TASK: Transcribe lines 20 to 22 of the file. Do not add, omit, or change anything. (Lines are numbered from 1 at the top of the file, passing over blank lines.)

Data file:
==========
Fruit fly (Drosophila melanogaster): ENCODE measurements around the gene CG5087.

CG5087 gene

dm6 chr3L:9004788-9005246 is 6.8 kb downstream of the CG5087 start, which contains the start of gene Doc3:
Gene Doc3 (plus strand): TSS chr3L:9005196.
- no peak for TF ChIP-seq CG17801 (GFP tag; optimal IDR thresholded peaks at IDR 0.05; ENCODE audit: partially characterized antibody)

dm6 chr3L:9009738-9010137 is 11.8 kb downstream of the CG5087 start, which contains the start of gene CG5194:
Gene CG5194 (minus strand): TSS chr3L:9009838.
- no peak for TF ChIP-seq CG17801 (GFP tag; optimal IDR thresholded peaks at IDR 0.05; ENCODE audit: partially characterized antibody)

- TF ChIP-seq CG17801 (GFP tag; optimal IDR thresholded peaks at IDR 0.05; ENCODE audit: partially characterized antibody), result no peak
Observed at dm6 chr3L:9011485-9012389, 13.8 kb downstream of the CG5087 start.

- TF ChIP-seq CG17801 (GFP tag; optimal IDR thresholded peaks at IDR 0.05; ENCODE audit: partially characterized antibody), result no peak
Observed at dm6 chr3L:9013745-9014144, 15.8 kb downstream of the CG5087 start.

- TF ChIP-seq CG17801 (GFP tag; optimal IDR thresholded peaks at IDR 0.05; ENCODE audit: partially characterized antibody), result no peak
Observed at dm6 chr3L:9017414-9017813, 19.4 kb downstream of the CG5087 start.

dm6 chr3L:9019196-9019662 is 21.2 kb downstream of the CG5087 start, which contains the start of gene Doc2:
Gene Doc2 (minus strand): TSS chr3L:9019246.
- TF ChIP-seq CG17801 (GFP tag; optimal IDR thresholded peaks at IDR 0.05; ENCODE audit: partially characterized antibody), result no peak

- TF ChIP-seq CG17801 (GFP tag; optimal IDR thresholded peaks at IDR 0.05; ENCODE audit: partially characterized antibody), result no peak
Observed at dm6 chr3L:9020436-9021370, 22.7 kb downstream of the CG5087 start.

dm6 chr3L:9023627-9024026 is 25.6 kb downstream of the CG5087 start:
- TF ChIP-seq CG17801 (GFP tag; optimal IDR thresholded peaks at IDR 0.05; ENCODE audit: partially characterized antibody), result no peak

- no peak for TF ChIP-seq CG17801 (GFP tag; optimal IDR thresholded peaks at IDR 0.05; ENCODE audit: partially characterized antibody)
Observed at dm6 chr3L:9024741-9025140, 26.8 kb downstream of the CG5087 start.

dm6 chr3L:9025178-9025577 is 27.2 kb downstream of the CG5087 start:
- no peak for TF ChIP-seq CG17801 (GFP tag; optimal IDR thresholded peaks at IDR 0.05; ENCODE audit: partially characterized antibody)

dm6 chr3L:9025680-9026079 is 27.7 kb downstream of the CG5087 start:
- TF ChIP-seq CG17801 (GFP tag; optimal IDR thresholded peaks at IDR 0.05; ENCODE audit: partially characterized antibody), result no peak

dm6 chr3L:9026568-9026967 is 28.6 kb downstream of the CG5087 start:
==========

dm6 chr3L:9023627-9024026 is 25.6 kb downstream of the CG5087 start:
- TF ChIP-seq CG17801 (GFP tag; optimal IDR thresholded peaks at IDR 0.05; ENCODE audit: partially characterized antibody), result no peak

- no peak for TF ChIP-seq CG17801 (GFP tag; optimal IDR thresholded peaks at IDR 0.05; ENCODE audit: partially characterized antibody)